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Women doctors are earning less than men, at all stages of their careers


The gender pay gap is seen among primary care physicians and specialists. Many women physicians say they aren’t being compensated fairly.

Women physicians are earning substantially less than male doctors, according to a recent report by Medscape.

Medscape surveyed female physicians as part of its broader annual report on physician compensation. Doctors were surveyed between Oct. 5, 2021 through Jan. 19, 2022.

Among all doctors, women physicians earned $282,000, while male doctors earned $373,000, a difference of 32%.

A slight majority of women (52%) said they don’t feel they are fairly compensated, while over half of male physicians (59%) said they were paid fairly.

Researchers have pointed out the pay gap is hurting women physicians and drawing more attention to equity in compensation in order to get more women to pursue careers in medicine. Women doctors have also suffered bigger career setbacks during the COVID-19 pandemic, with women more likely reducing hours or working from home, researchers have found.

In the Medscape survey, the gender pay gap for women persists among physicians of all age groups, including younger doctors.

Among those under age 35, the gap is almost $80,000, with male doctors in that group receiving $298,000, while women physicians earn $220,000. The gap is widest among doctors 50-54 ($409,000 to $298,000), followed by those 45-49 ($410,000 to $303,000).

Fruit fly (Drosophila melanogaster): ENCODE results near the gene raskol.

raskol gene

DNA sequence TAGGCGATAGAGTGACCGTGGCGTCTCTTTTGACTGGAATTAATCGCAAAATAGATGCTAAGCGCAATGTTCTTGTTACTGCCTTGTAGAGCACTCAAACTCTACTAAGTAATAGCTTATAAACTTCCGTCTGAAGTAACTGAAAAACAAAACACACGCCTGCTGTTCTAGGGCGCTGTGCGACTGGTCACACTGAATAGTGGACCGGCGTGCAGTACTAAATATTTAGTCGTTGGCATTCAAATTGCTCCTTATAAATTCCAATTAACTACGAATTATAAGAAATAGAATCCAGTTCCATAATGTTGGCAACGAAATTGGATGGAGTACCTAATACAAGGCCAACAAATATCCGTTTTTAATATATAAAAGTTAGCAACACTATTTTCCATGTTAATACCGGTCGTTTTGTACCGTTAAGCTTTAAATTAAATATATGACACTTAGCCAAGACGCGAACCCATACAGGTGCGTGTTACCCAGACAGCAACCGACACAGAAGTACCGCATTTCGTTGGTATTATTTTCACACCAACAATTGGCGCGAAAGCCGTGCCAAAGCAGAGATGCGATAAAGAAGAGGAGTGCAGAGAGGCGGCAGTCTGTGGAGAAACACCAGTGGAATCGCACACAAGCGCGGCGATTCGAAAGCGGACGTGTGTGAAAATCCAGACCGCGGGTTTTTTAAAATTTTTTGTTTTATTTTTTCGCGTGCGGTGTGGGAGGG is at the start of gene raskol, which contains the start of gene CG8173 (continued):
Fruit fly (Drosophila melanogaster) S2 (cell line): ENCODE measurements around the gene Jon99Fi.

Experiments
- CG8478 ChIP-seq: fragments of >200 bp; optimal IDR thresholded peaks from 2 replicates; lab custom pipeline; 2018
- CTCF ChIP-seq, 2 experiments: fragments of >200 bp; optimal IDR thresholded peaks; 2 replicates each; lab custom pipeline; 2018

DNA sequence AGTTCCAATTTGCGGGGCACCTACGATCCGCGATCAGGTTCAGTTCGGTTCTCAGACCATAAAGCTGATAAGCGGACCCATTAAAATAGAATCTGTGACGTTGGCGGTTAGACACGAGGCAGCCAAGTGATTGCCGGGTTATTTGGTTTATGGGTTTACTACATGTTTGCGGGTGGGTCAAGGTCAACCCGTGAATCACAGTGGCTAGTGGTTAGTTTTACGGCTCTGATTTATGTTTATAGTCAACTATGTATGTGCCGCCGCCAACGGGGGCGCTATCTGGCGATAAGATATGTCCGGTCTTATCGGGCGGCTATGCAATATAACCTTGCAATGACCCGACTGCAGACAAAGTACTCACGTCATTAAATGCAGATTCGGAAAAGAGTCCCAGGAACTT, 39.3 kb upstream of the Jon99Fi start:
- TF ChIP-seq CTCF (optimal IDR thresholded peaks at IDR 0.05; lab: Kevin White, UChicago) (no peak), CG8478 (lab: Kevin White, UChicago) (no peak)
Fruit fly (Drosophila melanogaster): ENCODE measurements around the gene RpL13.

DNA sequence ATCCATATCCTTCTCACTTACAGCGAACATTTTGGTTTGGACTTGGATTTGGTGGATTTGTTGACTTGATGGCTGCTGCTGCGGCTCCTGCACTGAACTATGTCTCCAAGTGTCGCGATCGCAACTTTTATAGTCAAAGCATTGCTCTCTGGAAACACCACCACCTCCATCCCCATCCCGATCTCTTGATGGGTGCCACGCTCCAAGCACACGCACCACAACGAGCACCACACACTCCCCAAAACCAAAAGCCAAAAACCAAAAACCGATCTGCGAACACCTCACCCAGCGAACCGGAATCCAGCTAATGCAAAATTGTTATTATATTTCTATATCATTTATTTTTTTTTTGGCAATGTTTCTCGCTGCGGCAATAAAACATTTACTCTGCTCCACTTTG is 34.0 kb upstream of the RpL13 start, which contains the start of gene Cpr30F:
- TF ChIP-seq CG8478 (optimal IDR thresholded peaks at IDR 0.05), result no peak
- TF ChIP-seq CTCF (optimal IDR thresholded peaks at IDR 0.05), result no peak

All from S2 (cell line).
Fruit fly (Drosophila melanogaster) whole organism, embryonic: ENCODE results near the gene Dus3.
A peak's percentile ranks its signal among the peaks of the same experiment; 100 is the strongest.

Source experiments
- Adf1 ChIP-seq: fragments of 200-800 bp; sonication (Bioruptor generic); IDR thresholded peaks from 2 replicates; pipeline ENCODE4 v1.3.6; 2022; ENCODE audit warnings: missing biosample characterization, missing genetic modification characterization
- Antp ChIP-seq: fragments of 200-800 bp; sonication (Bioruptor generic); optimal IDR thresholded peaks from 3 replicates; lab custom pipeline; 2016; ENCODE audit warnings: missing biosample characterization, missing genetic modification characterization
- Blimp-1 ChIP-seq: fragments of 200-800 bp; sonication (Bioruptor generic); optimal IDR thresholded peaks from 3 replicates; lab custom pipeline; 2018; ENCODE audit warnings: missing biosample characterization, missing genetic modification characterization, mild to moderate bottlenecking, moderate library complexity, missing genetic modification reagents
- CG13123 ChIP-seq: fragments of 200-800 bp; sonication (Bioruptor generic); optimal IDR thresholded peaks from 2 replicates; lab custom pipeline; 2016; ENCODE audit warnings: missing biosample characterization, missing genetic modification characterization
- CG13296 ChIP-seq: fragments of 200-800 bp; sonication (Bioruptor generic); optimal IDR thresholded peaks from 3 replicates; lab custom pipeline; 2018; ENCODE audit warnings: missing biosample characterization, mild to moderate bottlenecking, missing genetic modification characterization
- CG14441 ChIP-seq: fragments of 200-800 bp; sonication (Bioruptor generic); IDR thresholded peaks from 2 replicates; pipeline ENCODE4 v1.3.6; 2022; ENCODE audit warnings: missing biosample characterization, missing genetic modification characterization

The gap narrowed somewhat among doctors 55 and over ($367,000 to $289,000).

In primary care, women earn significantly less than male doctors, although they narrowed the pay gap a bit compared to 2021. Female primary care physicians earned $228,000, while male doctors earned $285,000, a gap of 25%. In 2021, the gender pay gap was 27%.

Among specialists, male physicians earn almost $100,000 more than female doctors. Women specialists earned $307,000, while men earned $402,000. The gap among specialists is 31% (it was 33% last year).

When it comes to incentive bonuses, male physicians are faring much better.

Among primary care physicians, men earned $36,000 in incentive bonuses, but women received $22,000 in bonuses, which is a difference of 64%. Among specialists, male doctors earned almost twice as much in bonuses, getting $71,000, while women physicians received $37,000 in bonuses.

It’s also worth noting that women and male physicians were both just about equally likely to have bonuses in their compensation packages, with 59% of male primary care doctors and 58% of women able to receive bonuses.

The report found that male physicians spent more hours per week seeing patients (38.3) than women doctors (35.4).

Women did see some progress, according to the report. In primary care, women physicians reported an 8.1% boost in earnings over the previous year, while female specialists saw an 8.5% jump.

Other studies have shown women physicians are spending more time with patients, and it could be costing them. An athenahealth report in January found female doctors spending more time with patients, and thus seeing a smaller number of patients.

“If you are seeing fewer patients in this healthcare world we live in, you’re probably making less money,” Jessica Sweeney-Platt, athenahealth's vice president of research and editorial strategy, told Chief Healthcare Executive in January.

The pay gap can add up over time. During the course of a 40-year career, women doctors typically earn $2 million less than male physicians, according to a 2021 study published in Health Affairs. Christopher Whaley, a policy researcher at the RAND Corporation and lead author of that 2021 study, noted the pay gap is likely even greater.

Male doctors are also getting paid more than women even at the beginning of their careers, undercutting arguments that the gap is based solely on career accomplishments or treating more patients.

“We found that those differences are apparent in year one,” Whaley told Chief Healthcare Executive last December.

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